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When merging files it will be helpful (as for me) to show an author of each line. Is there any diff or merge tool supporting that?

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3 Answers 3

up vote -3 down vote accepted

No. And, I think, never will be - when we merge, we think about content, not authorship

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I agree, but in some cases it may be useful. For example, there is a source file in which I add some code. Let the file was changed on the repo while I was making edits. So, I need to merge it, but all I need is to add only my edits. It will be easier to locate them when they are signed. –  ASten Feb 15 '13 at 14:03
    
@ASten - in this case you just see at "my" file in merge-window (and merge tool have to define separate windows titles) –  Lazy Badger Feb 15 '13 at 19:59
    
When merging conflicts I almost always adjust my level of scrutiny depending on seniority of the author. This is not ideal, but time constraints often require that. –  user35186 Jun 28 '13 at 11:29
1  
When viewing differences in content, being able to view the author and the date of the different versions is essential. Unless you know all the code changes made by other developers perfectly, I don't understand how you don't consider the author and date of the two versions as being vital to your merge decision. –  guymid Jan 3 '14 at 8:06

So what you really want is a tool that can easily identify your changes relative to other's changes in a merge conflict, rather actually identify the author of each line (which would be a mean to achieve that), right?

If I understood you correctly, I have some relatively good news: It can be done with git + kdiff3. For merging you can just use git mergetool (which you can configure to use kdiff3). But it is not supported natively if you get a merge conflict when doing interactive rebase, so for that some manual scripting is required.

Instead of making up my own simple merge conflict example, I will use http://www.gitguys.com/topics/merging-with-a-conflict-conflicts-and-resolutions/ as an basis. Follow that page to git merge test. From after the merge command I diverge a bit from that example by running different commands (but basically doing the same job). I'll do all the manuall steps first.

So we have a merge conflict and git has inserted content from both contributing sources into the file in this <<<<<<<...>>>>>>> format, which I really do not like at all and never consider even looking at it. Instead I use my favourite merge tool, kdiff3.

First we need to find which versions that are involved.

$ git ls-files -u
100644 b0ed415d15862ac5582b51e4de65528e86934cd2 1       README
100644 56300e3ac4e4521c3500618a301bb2ab2d6a52f5 2       README
100644 9585db7d9c2d9ca05075f67a878f2554886d7b1a 3       README
$

Basted that information we can perform a three way merge:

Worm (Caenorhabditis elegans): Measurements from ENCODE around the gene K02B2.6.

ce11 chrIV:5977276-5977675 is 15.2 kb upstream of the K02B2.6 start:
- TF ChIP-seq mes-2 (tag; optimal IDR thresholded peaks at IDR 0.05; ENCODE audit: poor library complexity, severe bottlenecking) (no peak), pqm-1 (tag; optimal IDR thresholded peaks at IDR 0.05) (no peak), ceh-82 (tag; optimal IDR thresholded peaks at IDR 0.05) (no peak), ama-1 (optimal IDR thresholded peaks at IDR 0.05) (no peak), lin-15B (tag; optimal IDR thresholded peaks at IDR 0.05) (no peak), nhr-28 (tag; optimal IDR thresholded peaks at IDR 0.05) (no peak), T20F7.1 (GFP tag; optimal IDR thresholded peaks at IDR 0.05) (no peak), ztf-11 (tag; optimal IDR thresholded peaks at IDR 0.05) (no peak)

$ git cat-file blob b0ed415d15862ac5582b51e4de65528e86934cd2 > v1
$ git cat-file blob 56300e3ac4e4521c3500618a301bb2ab2d6a52f5 > v2
$ git cat-file blob 9585db7d9c2d9ca05075f67a878f2554886d7b1a > v3
$ kdiff3 -o merge_result v1 v2 v3 &
[2] 18394
$

Which gives the following view where you can select from which ancestor you want to merge from.

kdiff3 screenshot

Afterwords (if you are satisfied with the merge result) you need to

$ rm v1 v2 v3
$ mv merge_result README
$ git add README

All the manual steps above are done automatically with git mergetool. So why showing all that then? Well, because if you get a corresponding conflict during git rebase -i, then it has to be done that way (before running git rebase --continue).

In this small example there is only one conflict line, so it does not show the more typical case where a lot of lines are automatically resolved, leaving you to just manually resolve the ones that was not done automatically. A more real life example might look more like the following:

kdiff3 screenshot

Notice that in the merge result you now clearly see the origin of the C lines that were automatically resolved. I think this is sort of what you were asking for when asking for getting the author for each line, right? That information is completely absent in the <<<<<<<...>>>>>>> text (and it is difficult/impossible to spot that you should update the printed string in the hello function).

I cannot recommend kdiff3 highly enough. Using a graphical merge tool like that compared to some lines from both sources mixed inline in the file is like using an excavator versus a spade.

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The bundled gitk tool is not really a merge tool, but it shows conflicted lines with red and blue and "+"'s in front, and you can Rightclick->"Show origin of this line" on any of them, to go to the commit which introduced the line:

Screenshot

You can run your mergetool, or just a text editor with diffmarks in parallel

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